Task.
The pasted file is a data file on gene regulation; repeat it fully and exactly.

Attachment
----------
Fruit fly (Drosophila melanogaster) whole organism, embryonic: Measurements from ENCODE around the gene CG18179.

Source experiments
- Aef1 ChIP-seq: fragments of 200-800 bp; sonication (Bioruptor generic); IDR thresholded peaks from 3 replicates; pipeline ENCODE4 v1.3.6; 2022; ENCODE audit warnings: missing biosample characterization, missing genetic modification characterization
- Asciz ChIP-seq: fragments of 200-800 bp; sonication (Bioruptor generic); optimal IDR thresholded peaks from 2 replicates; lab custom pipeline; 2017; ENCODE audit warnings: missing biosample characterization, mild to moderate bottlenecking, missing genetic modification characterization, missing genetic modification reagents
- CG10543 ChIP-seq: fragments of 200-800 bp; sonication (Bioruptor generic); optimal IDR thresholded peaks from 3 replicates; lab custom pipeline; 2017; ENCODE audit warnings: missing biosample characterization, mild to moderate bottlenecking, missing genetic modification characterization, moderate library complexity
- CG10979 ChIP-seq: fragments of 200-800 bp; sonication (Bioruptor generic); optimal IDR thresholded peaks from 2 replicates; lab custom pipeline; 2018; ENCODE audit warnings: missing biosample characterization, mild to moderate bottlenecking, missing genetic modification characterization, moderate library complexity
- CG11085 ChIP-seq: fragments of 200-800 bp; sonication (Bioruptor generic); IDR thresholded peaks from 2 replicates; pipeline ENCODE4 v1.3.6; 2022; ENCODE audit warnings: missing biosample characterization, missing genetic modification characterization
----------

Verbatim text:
Fruit fly (Drosophila melanogaster) whole organism, embryonic: Measurements from ENCODE around the gene CG18179.

Source experiments
- Aef1 ChIP-seq: fragments of 200-800 bp; sonication (Bioruptor generic); IDR thresholded peaks from 3 replicates; pipeline ENCODE4 v1.3.6; 2022; ENCODE audit warnings: missing biosample characterization, missing genetic modification characterization
- Asciz ChIP-seq: fragments of 200-800 bp; sonication (Bioruptor generic); optimal IDR thresholded peaks from 2 replicates; lab custom pipeline; 2017; ENCODE audit warnings: missing biosample characterization, mild to moderate bottlenecking, missing genetic modification characterization, missing genetic modification reagents
- CG10543 ChIP-seq: fragments of 200-800 bp; sonication (Bioruptor generic); optimal IDR thresholded peaks from 3 replicates; lab custom pipeline; 2017; ENCODE audit warnings: missing biosample characterization, mild to moderate bottlenecking, missing genetic modification characterization, moderate library complexity
- CG10979 ChIP-seq: fragments of 200-800 bp; sonication (Bioruptor generic); optimal IDR thresholded peaks from 2 replicates; lab custom pipeline; 2018; ENCODE audit warnings: missing biosample characterization, mild to moderate bottlenecking, missing genetic modification characterization, moderate library complexity
- CG11085 ChIP-seq: fragments of 200-800 bp; sonication (Bioruptor generic); IDR thresholded peaks from 2 replicates; pipeline ENCODE4 v1.3.6; 2022; ENCODE audit warnings: missing biosample characterization, missing genetic modification characterization